The AAMC previously endorsed these policies in a Sept. 13, 2022, letter urging Senate leadership to pass the Advancing Telehealth Beyond COVID-19 Act of 2021 (H.R. 4040), which passed in the House of Representatives on July 27 [refer to Washington Highlights, July 29, 2022 and Sept. 16, 2022]. The bill also extends the Acute Hospital Care at Home program waiver until Dec. 31, 2024, a policy first introduced in the AAMC-supported Hospital Inpatient Services Modernization Act (S. 3792/H.R. 7053), led by Sens. Tom Carper (D-Del.) and Tim Scott (R-S.C.) and Reps. Earl Blumenauer (D-Ore.) and Brad Wenstrup, DPM, (R-Ohio) [refer to Washington Highlights, March 11, 2022].
The omnibus provides a two-year delay of statutory Pay-As-You-Go Act (PAYGO) 4% Medicare sequester, avoiding $38 billion in Medicare provider cuts. The AAMC previously joined the American Hospital Association, the Federation of American Hospitals, America’s Essential Hospitals, and other hospital and health system groups in a Nov. 14, 2022, letter urging congressional leadership to avert pending cuts to Medicare payments [refer to Washington Highlights, Nov. 17, 2022].
The bill also partially mitigates payment cuts contained in the 2023 Medicare Physician Fee Schedule, which are due to take effect on Jan. 1, 2023 [refer to Washington Highlights, Nov. 4, 2022]. Under the legislation, the nearly 4.5% cut to the 2023 conversion factor would be reduced by 2.5% in 2023 and 1.5% in the following year. The AAMC previously joined other health care provider groups in a Sept. 30, 2022, letter backing the Supporting Medicare Providers Act of 2022 (H.R. 8800), which would entirely negate the proposed payment cut by providing a 4.42% positive adjustment to the conversion factor [refer to Washington Highlights, Oct. 7, 2022].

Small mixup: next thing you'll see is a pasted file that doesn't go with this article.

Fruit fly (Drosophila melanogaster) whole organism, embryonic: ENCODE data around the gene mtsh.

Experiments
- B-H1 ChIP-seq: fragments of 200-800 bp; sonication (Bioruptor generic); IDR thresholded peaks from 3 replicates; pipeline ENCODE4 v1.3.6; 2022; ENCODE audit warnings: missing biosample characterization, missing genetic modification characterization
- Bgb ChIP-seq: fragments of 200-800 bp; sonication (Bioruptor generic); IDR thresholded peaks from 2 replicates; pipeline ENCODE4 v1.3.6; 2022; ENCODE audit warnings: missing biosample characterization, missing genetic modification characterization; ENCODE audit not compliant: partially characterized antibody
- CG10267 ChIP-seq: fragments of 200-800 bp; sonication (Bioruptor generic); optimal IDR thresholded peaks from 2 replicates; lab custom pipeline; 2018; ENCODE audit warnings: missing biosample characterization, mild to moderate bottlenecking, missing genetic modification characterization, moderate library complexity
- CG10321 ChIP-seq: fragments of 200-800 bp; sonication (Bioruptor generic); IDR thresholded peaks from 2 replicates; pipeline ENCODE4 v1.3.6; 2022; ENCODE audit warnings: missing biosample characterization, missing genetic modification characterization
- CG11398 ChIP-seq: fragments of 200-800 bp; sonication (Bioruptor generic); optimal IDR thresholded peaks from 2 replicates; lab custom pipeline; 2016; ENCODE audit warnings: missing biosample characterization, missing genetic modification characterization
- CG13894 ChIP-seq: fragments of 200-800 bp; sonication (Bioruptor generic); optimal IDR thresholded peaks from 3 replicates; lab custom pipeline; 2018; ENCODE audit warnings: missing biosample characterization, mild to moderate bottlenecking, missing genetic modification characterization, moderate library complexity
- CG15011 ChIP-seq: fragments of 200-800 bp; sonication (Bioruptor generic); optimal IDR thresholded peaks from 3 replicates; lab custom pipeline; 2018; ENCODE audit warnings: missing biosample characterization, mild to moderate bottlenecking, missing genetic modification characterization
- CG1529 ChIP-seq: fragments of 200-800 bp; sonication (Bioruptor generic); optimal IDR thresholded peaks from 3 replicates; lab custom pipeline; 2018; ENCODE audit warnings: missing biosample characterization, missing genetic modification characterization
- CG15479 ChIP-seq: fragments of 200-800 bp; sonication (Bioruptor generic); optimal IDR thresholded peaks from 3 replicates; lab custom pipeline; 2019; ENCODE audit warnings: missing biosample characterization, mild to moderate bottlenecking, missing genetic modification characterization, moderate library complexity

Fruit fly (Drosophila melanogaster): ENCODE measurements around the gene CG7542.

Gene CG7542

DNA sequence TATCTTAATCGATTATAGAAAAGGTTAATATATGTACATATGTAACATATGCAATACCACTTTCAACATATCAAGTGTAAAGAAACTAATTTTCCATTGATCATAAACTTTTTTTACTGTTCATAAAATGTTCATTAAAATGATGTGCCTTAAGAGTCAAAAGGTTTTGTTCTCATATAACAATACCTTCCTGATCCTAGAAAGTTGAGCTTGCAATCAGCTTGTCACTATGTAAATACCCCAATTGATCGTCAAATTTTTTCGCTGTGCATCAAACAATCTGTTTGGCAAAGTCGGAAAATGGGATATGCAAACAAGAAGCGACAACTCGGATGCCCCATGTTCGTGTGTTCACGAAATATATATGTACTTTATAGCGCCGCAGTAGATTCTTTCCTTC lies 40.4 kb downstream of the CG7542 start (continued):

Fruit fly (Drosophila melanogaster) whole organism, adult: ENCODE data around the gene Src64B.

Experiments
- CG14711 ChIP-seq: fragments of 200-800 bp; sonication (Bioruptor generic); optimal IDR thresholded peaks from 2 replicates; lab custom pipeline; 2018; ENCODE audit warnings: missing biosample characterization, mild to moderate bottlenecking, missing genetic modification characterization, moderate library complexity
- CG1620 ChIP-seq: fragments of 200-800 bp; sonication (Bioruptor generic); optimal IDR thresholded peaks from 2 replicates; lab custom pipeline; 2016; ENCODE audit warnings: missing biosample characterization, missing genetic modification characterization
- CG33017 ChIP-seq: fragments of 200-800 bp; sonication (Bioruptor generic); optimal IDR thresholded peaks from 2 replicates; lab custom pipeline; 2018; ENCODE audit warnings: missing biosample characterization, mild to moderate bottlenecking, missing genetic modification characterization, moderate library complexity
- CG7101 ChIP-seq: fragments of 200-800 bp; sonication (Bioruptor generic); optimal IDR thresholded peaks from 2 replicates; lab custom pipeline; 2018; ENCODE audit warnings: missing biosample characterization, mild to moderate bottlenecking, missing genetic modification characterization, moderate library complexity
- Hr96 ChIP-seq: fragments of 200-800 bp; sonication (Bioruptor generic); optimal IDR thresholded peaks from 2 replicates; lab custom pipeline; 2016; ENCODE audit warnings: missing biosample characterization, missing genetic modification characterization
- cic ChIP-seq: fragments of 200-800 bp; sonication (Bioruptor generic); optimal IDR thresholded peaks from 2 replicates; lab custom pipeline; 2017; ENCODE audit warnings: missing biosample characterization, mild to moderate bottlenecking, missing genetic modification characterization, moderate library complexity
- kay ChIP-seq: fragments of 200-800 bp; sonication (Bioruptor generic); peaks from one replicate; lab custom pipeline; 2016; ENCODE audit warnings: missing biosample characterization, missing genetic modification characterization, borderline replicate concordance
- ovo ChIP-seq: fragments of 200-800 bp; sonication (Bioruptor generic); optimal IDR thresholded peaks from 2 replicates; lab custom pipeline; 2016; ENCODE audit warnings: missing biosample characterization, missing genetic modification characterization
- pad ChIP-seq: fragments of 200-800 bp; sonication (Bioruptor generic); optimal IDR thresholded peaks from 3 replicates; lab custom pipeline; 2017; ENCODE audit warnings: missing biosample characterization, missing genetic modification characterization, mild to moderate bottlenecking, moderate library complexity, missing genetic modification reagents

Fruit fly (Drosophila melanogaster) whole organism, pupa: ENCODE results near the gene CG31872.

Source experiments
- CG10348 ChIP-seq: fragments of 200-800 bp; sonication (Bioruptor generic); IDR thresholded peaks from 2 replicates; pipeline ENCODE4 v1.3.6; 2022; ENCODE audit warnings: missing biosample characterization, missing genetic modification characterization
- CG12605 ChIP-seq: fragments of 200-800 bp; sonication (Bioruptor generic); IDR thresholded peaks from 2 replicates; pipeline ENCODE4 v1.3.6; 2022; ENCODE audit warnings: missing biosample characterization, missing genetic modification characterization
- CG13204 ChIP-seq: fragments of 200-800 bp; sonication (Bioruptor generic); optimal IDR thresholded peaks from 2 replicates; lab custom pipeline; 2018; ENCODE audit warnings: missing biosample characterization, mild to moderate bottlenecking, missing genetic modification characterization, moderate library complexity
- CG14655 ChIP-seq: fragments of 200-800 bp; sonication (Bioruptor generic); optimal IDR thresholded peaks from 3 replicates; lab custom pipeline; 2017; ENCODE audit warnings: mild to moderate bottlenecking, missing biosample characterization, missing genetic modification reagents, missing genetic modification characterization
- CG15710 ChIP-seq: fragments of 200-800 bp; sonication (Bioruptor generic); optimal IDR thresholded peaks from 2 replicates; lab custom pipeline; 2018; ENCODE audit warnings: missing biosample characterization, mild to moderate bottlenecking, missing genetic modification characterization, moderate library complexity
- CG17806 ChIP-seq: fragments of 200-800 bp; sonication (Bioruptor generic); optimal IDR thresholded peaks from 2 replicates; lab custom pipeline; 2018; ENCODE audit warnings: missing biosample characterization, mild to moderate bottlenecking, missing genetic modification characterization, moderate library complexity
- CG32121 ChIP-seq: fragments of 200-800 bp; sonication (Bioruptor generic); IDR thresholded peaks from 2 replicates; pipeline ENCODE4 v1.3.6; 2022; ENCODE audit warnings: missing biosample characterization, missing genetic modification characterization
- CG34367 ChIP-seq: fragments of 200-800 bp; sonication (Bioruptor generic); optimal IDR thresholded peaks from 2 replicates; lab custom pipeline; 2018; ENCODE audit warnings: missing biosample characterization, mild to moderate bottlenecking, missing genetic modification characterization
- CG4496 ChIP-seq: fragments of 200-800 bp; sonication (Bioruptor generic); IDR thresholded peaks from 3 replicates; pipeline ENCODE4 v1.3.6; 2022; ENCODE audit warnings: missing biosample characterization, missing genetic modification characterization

Medicaid, Mental Health, and Related Provisions
The package also includes several provisions relevant to Medicaid and the Children’s Health Insurance Program (CHIP). The legislation would extend CHIP funding for two years, through FY 2029. In addition, the bill would sunset the continuous coverage requirement of the Families First Coronavirus Response Act (P.L. 116-127) on April 1, 2023, after which states may begin to redetermine Medicaid beneficiaries continued eligibility for the program. The legislation provides states with enhanced federal Medicaid funding for the remainder of 2023, provided they adopt certain protections during the redetermination process (e.g., using multiple modalities to contact a beneficiary in the case of returned mail). The bill would provide children with continuous coverage under Medicaid or CHIP, effective Jan. 1, 2024, as well as permanently extend the state plan option first established under the American Rescue Plan Act of 2021 (P.L. 117-2), allowing states to provide Medicaid coverage for up to one year postpartum.
In addition, the bill includes the House-passed Restoring Hope for Mental Health and Well-Being Act of 2022 (H.R. 7666), which reauthorizes key federal mental health programs. The AAMC previously commented on this legislation in a June 22, 2022, letter to House Energy and Commerce Committee leadership, highlighting the urgent need to expand access to behavioral health care, particularly for children and young people, as well as reduce barriers to evidence-based treatment for substance use disorders [refer to Washington Highlights, June 24, 2022].